Humane mouse traps catch mice without harming them. The plastic traps are well-ventilated and have spring-loaded doors that click into place. Mice will enter the trap to get the bait, and when they step on the trigger pad, the door will snap closed. You’ll need to check these traps more regularly so that you don’t leave the mouse in there to die.
Set up bait stations
Bait stations include rodenticide in sealed packages, usually in plastic or cellophane. The mice chew through the package, eat the bait, and die. These chemicals can be dangerous to people and pets. While bait stations can be used DIY, they are best left in the hands of professionals.
How to Prevent Mice
Making your home less accessible to mice can prevent them from coming in. Make sure you keep your lawn and shrubs trimmed, so that mice can’t hide in them. Also, keep wood piles no closer than 20 feet from your house, and never rest them against the foundation. Mice like to use these wood piles as shelter in the colder months, and move into your home from there.
Top Recommended Companies for Mice Removal
This Old House Reviews Team recommends hiring a professional pest control company to get rid of the mice in your home. The specialist at Orkin, Terminix, and Rentokil have the equipment, products, and experience to do a professional-level job. They know how to handle potentially harmful chemicals and how to get rid of mice the most effective, efficient way.
Pest control specialists seal off entry points, identify the species of mouse, and use mechanical traps and devices or rodent baits, or both, to fully eradicate the issue. To get a quote from Orkin, call 877-871-4752, or fill out this form. If you’d like a quote from Terminix, you can reach them at 866-569-4035, or at this form. For a free quote from Rentokil, call 844-334-1157.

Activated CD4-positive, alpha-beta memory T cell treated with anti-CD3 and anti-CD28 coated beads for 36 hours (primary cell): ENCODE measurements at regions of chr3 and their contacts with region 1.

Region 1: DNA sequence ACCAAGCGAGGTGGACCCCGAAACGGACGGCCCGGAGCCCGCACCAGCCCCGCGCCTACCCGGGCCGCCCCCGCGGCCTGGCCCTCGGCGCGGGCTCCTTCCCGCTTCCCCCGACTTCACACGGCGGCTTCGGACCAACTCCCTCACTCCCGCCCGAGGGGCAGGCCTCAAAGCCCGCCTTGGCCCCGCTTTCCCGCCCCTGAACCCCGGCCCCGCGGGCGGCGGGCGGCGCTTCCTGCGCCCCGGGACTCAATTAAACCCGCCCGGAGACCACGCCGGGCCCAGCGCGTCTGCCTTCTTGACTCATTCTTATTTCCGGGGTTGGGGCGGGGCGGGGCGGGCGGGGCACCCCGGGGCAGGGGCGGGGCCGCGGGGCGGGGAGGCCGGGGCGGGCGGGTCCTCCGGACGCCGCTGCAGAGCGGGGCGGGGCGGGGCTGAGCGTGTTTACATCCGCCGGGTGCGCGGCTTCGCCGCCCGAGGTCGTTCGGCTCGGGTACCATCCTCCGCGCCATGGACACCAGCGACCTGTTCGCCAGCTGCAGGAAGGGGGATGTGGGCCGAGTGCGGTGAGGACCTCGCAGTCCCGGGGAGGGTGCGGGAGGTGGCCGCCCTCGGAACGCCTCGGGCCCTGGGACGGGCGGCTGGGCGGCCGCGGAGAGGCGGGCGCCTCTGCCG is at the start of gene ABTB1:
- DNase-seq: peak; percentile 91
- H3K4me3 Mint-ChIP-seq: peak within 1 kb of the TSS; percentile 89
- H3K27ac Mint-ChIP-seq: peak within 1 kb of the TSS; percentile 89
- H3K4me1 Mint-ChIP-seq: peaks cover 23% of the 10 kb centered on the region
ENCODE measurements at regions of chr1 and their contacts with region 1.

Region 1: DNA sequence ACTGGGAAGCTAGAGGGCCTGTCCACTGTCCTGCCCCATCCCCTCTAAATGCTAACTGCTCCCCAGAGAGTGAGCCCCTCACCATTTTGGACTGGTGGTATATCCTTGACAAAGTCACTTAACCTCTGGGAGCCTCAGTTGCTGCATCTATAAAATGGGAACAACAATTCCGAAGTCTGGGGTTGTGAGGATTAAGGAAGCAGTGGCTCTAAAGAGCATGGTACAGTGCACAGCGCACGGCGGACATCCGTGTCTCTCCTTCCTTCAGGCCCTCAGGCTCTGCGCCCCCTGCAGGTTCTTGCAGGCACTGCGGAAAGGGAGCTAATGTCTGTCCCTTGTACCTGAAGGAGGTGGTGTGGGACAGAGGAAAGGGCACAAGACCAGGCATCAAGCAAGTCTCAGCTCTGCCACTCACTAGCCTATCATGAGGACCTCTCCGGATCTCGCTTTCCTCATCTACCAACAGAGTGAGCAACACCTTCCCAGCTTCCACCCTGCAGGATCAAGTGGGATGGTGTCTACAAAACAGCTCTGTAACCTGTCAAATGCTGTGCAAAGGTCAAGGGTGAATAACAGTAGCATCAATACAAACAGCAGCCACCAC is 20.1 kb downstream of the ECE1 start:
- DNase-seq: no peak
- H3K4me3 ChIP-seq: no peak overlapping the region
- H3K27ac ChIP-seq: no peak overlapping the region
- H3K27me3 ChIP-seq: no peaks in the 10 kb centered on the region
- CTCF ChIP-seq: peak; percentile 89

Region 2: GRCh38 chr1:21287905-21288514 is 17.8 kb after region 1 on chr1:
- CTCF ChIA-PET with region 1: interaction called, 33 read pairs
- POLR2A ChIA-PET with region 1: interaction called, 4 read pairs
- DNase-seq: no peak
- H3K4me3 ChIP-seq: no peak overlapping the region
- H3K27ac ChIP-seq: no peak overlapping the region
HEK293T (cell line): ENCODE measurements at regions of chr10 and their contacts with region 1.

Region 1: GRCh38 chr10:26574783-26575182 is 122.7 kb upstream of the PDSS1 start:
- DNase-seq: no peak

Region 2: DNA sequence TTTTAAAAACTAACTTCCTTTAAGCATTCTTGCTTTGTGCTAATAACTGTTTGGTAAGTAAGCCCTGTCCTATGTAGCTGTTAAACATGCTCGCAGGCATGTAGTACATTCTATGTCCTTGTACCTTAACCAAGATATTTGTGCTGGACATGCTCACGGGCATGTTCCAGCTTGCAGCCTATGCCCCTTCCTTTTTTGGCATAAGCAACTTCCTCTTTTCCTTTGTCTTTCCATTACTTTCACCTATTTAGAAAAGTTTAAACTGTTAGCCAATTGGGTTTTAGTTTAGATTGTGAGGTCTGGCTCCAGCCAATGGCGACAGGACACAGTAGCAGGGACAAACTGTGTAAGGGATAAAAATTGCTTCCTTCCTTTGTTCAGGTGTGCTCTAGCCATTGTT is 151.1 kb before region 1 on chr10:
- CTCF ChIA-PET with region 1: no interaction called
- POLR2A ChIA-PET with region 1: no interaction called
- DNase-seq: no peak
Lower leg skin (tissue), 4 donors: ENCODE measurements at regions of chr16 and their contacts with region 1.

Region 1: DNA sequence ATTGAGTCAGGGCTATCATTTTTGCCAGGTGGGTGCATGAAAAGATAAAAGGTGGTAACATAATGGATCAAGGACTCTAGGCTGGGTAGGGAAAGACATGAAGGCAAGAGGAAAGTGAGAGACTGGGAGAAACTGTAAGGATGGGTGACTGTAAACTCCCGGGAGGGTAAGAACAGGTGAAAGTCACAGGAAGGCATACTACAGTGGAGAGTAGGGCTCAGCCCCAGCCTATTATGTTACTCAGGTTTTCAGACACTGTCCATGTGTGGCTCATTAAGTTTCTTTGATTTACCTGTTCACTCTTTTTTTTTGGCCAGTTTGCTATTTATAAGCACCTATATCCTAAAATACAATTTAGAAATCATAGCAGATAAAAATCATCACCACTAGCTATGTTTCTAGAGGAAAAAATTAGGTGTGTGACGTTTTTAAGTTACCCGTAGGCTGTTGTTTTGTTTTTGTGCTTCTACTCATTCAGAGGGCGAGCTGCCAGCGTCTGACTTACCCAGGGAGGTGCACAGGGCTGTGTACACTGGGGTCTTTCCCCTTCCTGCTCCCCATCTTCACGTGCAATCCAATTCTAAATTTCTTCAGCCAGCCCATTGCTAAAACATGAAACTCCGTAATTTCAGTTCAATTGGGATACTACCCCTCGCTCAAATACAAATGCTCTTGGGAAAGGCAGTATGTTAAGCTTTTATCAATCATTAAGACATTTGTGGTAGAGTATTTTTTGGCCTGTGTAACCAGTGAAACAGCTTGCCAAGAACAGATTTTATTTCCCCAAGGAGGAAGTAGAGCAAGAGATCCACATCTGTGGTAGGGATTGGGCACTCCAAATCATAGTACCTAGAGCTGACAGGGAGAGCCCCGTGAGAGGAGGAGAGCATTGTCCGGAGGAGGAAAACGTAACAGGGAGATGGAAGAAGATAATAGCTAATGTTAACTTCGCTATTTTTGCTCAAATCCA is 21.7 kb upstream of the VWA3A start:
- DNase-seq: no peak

What do mice hate the most?
Mice are said to hate the smell of cayenne pepper, cloves, and peppermint oil.
How does an exterminator get rid of mice?
Exterminators use a variety of methods to get rid of mice. Pest control specialists often start by sealing all possible entry points, like gaps in windows and cracks in foundation. Then, they will identify the type of mouse you’re dealing with, because different types may behave differently and require different treatments. After that, they will decide to use either traps and mechanical devices or rodent baits, or both.
How much does it cost for mice removal?
The cost for mice removal will depend on where you live and the extent of the infestation, among other factors.
How long does it take an exterminator to get rid of mice?
It will depend on the degree of infestation, but typically it takes 1-3 months for exterminators to get rid of mice.